Drug Shortages: Contributing Factors, Mitigating the Impact

MARCH 21, 2019
Kristy Malacos, CPhT
Drug shortages in 2018 and extending into 2019 have meant a continual struggle for pharmacies to provide adequate and appropriate patient care.

National drug shortage data show, however, that 2018 was not unique. Since 2007, drug shortages have totaled more than 100 per year. The Drug Information Service at University of Utah Health Care has tracked the total number of drug shortages per year, with the data showing 2011 as the largest total in history with 267 drug shortages (Figure 1).

Figure 1. National Drug Shortages: Annual by Year

Data are from the University of Utah Drug Information Service (2019) and ASHP Drug Shortages Statistics (2019).


Several causative factors have contributed to recent shortages. Hurricane Maria in 2017 in Puerto Rico affected 5 of the world’s 10 top drug manufacturers and 11 of the top 20 products in the world.1 Although the devastation has helped put in place measures to prevent this impact again, the shortage of fluids and required allocations has just recently been lifted for many manufacturers. 

Restrictions on injectable opioids by the Drug Enforcement Administration (DEA) have also been affecting patient care, including anesthesia. This includes fentanyl, hydromorphone, and morphine injections. Although the DEA did raise the production quotas allowed for manufacturers in mid-2018, the shortage continued with recall notices and production issues from manufacturers.2 

Additional shortages have resulted from manufacturers ceasing production of a generic drug, even temporarily, and the inability of other manufacturers to generate additional volumes. Raw material issues can also pose issues for supply. Figure 2 identifies some of the reasons for shortages, though “unknown” continues to be the largest contribution.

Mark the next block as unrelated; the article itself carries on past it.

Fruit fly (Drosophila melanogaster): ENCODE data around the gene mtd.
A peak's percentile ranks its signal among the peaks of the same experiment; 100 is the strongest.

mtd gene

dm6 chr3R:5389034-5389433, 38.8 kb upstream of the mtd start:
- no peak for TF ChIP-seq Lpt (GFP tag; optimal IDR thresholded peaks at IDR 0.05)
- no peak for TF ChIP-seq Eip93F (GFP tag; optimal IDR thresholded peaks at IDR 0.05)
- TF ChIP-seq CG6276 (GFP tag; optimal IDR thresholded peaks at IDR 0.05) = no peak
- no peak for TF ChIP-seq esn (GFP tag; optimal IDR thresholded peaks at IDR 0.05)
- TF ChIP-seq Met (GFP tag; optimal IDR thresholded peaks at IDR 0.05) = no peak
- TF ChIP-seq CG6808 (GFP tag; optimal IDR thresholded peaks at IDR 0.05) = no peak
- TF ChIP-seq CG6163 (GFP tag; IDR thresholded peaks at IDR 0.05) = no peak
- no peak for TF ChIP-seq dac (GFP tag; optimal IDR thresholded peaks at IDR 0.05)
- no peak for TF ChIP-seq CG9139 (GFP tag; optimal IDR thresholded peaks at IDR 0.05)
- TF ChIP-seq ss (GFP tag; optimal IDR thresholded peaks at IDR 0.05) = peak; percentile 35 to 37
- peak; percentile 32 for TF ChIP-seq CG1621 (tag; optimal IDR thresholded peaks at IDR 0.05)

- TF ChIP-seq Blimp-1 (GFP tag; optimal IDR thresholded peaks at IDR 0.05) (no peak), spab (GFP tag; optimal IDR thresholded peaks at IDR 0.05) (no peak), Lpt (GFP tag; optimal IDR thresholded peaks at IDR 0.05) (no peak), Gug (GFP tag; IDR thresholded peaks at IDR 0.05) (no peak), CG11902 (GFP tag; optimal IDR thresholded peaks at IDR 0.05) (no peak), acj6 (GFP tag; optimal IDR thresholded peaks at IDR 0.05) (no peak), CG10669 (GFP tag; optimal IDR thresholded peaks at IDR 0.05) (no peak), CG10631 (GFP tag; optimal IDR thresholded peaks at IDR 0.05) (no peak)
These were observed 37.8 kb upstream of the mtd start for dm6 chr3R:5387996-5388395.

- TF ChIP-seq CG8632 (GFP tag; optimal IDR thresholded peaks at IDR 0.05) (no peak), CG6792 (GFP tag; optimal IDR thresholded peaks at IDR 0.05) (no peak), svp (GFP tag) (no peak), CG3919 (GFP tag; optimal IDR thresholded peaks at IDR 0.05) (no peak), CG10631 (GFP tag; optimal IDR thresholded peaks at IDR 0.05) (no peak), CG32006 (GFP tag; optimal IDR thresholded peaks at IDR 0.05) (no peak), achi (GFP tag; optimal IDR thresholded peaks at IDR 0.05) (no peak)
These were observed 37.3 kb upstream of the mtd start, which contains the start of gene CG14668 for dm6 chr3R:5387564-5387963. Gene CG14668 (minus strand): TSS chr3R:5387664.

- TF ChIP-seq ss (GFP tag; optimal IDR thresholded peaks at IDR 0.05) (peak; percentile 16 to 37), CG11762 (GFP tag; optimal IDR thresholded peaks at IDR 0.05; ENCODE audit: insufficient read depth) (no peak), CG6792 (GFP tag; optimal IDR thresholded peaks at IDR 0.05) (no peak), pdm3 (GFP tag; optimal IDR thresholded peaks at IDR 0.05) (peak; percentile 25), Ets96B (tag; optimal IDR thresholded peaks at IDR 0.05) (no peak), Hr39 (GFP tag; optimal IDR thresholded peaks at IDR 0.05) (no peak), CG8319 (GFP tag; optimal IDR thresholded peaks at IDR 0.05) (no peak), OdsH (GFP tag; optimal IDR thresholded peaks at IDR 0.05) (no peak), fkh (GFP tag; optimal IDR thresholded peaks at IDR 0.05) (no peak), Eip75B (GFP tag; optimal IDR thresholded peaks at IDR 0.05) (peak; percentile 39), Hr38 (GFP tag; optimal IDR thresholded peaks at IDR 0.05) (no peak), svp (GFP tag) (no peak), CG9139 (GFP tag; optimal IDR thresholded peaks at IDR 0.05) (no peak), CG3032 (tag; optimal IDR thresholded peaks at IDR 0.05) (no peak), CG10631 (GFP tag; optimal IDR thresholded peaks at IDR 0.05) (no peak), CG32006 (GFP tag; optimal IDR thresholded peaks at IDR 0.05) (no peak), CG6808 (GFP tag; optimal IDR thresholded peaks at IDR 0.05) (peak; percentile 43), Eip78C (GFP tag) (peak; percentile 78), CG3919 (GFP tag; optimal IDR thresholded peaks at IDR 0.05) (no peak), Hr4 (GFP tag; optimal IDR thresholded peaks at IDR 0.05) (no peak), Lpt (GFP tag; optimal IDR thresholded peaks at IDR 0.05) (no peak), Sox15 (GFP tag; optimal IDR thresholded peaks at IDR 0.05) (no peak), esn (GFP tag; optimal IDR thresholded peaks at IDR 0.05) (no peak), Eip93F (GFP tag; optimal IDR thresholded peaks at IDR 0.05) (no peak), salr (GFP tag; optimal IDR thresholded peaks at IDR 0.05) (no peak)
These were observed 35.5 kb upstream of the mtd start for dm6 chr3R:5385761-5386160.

Figure 2. Reasons for Drug Shortages

Data are from the University of Utah Drug Information Service (2019) and ASHP Drug Shortages Statistics (2019).


This means several things for patients. The first is the inability to get the drug needed or insufficient quantity, resulting in either sub-therapeutic dosing or the need to find an alternative. Pharmacists and providers are spending significant amounts of time researching alternatives to drug therapy. This does not include the impact to pharmacy databases and informaticists, who must continually modify the pharmacy formulary based on the National Drug Code and package size that are available. Finally, drug shortages increase the chance of errors, because of a change in concentration, the need for compounding unavailable doses, or the use of multiple dose vials.

An Institute for Safe Medication Practices survey showed that nearly a quarter of all pharmacist and pharmacy worker respondents (21%) were aware of at least 1 medication error related to a drug shortage.3

In addition to the impact on patients, the financial burden on hospitals continues to rise. To maintain an adequate supply of inventory, pharmacies must purchase greater quantities than needed, increasing both the cost of drugs as well as the chance for outdated inventory. The time for drug shortage management for buyers is also an increased cost, as well as the increased time spent for pharmacists reviewing alternatives and shortage strategies.   

To help mitigate issues causing the shortages and lessen the impact, the FDA created the Agency Drug Shortages Task Force. This committee is tasked with investigating the root causes of shortages and promoting long-term resolutions to Congress.4 Some of the effects from this task force include expediting inspections for manufacturers to increase production in shortages and investigating root causes to prevent future shortages.    
 
Kristy Malacos, CPhT, is the pharmacy administrator and purchasing director at Magruder Hospital in Port Clinton, Ohio.

References
  1. Jarvis LM. Hurricane Maria's lessons for the drug industry. Chemical & Engineering News. September 17, 2018. cen.acs.org/pharmaceuticals/biologics/Hurricane-Marias-lessons-drug-industry/96/i37. Accessed March 21, 2019.
  2. Kacik A. DEA lifts production quotas to ease injectable opioid shortage. Modern Healthcare. April 14, 2018. modernhealthcare.com/article/20180414/NEWS/180419944/dea-lifts-production-quotas-to-ease-injectable-opioid-shortage. Accessed March 21, 2019.
  3. FDA. Agency drug shortages task force. fda.gov/Drugs/DrugSafety/DrugShortages/ucm620590.htm. Updated November 20, 2018. Accessed March 21, 2019.


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